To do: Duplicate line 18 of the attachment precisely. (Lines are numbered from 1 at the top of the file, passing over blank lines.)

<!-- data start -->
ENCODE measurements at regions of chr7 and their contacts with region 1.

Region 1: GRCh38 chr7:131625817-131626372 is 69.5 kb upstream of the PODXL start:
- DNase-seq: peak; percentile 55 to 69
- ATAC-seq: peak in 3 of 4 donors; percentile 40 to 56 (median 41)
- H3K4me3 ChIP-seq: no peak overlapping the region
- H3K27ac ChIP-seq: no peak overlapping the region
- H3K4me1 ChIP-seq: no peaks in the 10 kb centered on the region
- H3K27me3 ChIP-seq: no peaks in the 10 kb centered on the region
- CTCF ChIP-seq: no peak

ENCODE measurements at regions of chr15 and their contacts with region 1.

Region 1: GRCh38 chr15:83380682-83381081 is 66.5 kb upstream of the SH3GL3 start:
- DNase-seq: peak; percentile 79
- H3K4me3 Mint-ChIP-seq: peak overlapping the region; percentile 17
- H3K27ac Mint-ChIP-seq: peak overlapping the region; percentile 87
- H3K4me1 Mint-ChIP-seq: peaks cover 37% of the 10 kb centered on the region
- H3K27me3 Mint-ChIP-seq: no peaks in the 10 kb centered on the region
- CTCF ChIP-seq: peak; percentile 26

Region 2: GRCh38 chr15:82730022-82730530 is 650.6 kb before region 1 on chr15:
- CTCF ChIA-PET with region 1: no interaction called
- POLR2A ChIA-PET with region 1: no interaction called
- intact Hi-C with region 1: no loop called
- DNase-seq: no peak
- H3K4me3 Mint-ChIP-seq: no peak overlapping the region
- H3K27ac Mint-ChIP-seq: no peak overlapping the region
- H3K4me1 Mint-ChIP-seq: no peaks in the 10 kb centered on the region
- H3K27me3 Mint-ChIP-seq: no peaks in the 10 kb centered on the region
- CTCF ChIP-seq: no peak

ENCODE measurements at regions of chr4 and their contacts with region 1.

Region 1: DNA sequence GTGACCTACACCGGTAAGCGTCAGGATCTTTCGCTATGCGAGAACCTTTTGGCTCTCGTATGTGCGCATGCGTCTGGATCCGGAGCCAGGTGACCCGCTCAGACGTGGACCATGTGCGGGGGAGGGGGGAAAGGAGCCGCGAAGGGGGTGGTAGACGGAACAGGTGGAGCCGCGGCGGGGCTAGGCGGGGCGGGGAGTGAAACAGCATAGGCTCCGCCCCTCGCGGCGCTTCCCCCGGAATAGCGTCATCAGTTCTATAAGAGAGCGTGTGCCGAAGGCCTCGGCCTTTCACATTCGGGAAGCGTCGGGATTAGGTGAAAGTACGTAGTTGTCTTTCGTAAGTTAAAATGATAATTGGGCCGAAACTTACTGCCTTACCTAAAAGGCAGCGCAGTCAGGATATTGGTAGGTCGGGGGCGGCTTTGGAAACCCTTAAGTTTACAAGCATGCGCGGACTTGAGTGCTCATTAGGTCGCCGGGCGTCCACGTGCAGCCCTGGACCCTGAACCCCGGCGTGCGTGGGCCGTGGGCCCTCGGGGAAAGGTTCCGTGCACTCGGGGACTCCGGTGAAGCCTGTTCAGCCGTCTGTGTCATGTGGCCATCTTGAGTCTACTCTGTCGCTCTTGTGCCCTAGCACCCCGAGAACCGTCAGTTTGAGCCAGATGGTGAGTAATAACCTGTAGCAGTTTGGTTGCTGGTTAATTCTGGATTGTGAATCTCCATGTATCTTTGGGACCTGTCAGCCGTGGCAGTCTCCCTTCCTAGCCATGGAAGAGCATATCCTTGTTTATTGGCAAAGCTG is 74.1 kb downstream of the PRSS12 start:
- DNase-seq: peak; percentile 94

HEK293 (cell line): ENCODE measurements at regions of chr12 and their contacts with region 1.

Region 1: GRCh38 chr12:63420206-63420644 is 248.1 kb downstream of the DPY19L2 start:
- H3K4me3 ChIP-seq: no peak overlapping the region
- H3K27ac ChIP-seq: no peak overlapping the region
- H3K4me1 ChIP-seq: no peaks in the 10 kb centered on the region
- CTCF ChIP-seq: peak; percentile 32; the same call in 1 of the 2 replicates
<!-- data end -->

Region 2: GRCh38 chr15:82730022-82730530 is 650.6 kb before region 1 on chr15: